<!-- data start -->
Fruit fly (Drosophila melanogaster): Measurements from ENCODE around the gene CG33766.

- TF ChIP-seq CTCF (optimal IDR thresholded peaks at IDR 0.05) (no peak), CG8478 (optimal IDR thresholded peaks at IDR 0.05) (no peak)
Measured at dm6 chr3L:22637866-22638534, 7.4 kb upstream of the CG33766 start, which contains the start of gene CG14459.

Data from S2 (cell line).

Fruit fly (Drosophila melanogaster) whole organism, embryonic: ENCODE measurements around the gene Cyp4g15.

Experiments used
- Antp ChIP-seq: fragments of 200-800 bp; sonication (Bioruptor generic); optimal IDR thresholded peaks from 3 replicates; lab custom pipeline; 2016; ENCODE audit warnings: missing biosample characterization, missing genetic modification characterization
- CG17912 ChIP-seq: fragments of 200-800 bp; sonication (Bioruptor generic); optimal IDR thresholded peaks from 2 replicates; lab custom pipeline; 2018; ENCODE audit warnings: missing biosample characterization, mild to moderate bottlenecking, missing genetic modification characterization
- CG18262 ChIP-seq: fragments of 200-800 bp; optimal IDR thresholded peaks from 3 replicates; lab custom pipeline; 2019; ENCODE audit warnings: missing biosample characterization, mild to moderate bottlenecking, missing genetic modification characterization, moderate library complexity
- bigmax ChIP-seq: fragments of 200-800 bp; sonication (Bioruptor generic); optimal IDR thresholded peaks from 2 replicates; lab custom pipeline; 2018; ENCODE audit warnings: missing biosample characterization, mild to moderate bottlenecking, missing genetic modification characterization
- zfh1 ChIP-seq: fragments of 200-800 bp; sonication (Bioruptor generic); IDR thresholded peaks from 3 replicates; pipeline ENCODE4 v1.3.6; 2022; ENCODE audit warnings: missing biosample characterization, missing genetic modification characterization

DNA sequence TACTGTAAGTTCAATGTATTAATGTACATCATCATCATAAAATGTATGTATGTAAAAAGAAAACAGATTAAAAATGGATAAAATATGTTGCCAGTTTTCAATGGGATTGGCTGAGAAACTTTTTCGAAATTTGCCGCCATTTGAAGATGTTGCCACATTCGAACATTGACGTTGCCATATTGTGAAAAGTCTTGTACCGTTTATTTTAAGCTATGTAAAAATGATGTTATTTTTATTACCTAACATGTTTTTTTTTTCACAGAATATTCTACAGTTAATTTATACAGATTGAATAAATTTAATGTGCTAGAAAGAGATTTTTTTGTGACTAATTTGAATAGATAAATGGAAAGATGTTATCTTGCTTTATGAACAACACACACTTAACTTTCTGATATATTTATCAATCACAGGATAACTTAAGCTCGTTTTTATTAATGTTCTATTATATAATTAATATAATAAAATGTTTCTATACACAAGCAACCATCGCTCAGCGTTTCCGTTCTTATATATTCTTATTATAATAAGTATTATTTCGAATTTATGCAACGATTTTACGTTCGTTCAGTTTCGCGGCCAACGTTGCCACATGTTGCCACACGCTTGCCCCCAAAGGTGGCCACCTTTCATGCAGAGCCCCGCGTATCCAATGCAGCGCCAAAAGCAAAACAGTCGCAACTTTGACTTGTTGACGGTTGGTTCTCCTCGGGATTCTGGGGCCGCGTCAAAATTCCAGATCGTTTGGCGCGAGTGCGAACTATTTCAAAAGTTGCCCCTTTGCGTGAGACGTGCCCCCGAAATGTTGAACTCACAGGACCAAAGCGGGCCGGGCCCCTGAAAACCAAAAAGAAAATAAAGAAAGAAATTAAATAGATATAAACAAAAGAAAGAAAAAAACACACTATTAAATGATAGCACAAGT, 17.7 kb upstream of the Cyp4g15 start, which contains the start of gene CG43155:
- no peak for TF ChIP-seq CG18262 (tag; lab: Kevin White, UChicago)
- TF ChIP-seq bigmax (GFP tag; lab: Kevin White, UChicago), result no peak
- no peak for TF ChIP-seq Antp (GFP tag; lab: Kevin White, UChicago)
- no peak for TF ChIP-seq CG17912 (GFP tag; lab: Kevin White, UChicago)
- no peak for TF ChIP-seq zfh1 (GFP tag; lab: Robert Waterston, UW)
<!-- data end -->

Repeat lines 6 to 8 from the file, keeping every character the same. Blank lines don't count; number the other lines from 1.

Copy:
Experiments used
- Antp ChIP-seq: fragments of 200-800 bp; sonication (Bioruptor generic); optimal IDR thresholded peaks from 3 replicates; lab custom pipeline; 2016; ENCODE audit warnings: missing biosample characterization, missing genetic modification characterization
- CG17912 ChIP-seq: fragments of 200-800 bp; sonication (Bioruptor generic); optimal IDR thresholded peaks from 2 replicates; lab custom pipeline; 2018; ENCODE audit warnings: missing biosample characterization, mild to moderate bottlenecking, missing genetic modification characterization